What is Broken User Authentication (BUA)?

In this blog, we will explore the issue of API2:2019 Broken User Authentication and how it can lead to serious security vulnerabilities in web applications.

But before we dive into broken user authentication, let’s first understand what authentication is.  Authentication is like a bouncer at a fancy nightclub. Just like the bouncer checks IDs to make sure only authorized guests are allowed into the club, authentication checks to make sure only authorized users are allowed access to a web application. Imagine you're trying to log into your online shopping account. The application asks for your username and password, kind of like the bouncer asking for your ID. If the information you provide matches what the application has on file, you're granted access, just like the bouncer letting you into the club. 

What is broken authentication?

Now imagine, you're trying to log into the same online shopping account, but no matter what you do, you just can't get in. You've tried every password you can think of, but the site keeps telling you that you're entering the wrong information. Frustrated, you decide to reset your password. But when you go to do that, you realize that the site's password reset feature isn't working either. At this point, you might start to panic. What has happened? The site's user authentication system has been compromised. Someone may have gained unauthorized access to the system and changed your password, rendering it useless. This type of security vulnerability is known as broken user authentication, or BUA.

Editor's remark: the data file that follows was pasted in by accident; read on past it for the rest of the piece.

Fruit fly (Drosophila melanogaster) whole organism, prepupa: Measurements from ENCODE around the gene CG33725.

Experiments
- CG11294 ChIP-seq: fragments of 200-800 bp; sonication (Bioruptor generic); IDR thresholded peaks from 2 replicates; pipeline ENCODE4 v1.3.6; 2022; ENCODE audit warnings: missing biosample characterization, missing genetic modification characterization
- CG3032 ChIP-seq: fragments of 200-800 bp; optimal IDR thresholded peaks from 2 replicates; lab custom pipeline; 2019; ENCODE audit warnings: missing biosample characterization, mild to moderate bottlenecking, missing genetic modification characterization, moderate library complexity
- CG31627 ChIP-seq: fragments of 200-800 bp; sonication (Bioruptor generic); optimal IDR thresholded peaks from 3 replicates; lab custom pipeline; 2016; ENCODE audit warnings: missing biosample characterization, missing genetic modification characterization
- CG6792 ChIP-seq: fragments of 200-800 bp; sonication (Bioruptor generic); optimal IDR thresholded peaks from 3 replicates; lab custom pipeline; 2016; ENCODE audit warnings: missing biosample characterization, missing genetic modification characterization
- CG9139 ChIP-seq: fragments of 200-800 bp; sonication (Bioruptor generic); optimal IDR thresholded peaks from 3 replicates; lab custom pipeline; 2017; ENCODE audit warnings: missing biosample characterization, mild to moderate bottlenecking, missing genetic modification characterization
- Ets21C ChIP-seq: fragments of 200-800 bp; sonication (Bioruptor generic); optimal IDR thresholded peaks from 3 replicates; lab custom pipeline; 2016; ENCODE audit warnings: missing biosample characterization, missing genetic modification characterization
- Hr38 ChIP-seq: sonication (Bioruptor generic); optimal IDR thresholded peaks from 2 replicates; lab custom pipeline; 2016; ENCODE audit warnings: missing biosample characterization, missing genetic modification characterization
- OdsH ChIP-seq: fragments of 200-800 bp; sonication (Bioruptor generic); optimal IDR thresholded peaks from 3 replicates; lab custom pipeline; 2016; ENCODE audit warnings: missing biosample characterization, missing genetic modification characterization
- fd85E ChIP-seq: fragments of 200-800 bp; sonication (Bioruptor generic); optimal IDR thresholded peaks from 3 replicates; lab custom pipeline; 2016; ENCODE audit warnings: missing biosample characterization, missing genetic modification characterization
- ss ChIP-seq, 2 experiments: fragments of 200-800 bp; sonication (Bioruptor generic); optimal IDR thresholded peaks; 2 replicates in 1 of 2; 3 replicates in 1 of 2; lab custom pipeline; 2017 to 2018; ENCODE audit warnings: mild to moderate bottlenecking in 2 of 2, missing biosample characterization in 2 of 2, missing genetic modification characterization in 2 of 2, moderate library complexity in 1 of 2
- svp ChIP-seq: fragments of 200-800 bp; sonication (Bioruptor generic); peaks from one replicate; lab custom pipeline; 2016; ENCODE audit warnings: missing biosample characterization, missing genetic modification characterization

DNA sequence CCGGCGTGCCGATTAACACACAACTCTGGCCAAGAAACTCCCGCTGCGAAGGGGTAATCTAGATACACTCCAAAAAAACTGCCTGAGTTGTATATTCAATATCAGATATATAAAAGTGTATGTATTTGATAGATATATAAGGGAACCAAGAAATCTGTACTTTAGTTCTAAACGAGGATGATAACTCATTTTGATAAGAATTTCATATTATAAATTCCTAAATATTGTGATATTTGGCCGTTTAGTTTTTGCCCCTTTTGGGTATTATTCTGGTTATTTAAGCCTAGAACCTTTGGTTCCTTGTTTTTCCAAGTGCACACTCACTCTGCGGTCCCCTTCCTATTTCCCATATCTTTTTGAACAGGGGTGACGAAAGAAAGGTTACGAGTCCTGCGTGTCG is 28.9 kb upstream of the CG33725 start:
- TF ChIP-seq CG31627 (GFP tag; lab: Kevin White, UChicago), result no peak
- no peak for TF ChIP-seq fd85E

BUA is a major issue for web applications, as it allows attackers to potentially gain access to sensitive information or even take over entire accounts. It can happen for a variety of reasons, such as using weak passwords or failing to properly manage passwords or the lack of proper security measures such as two-factor authentication and the CAPTCHA mechanism.

Example attack scenarios:

One of the primary ways that attackers exploit broken user authentication is through brute-force attacks. In a brute-force attack, the attacker will use automated tools or scripts to try many different passwords or OTPs in rapid succession to bypass authentication and gain access to the system.

Scenario 1:

In this scenario, an attacker is attempting to take control of a victim's account by initiating the password recovery process. They do this by making a POST request to the password-reset endpoint: POST /identify/api/auth/password-reset HTTP 1.1

This triggers the application to send a four-digit OTP code to the victim's email. The attacker then tries to reset the victim's password by redirecting to the verification endpoint and providing the correct OTP.

Verification endpoint: POST /identify/api/auth/v3/check-otp HTTP 1.1

The check-otp endpoint doesn’t have a rate limit protection. Hence, to guess a correct OTP, the attacker can perform a brute-force attack to test all possible combinations for a four-digit OTP by using tools like – Intruder(Burp suite) or any automated script.

Scenario 2:

Another common tactic used by attackers is known as Credential Stuffing. In this attack, the attacker will use specialized tools to guess the user's password based on common patterns and known information about the user. This can include personal information such as the user's name, birthdate, or other common words or phrases.

For example : Imagine you're an online shopper, looking for the best deals on the latest gadgets. You've been careful to use unique, strong passwords for all of your accounts, so you feel confident that your personal information is safe. But little do you know, your password has already been compromised. A hacker has obtained a list of username and password combinations from a data breach and is now using a credential-stuffing tool to try those combinations on various websites and online services. Suddenly, you start getting notifications from your bank and credit card company about suspicious activity on your accounts. You quickly realize that the hacker has found a match and is now using your account to make purchases and drain your funds.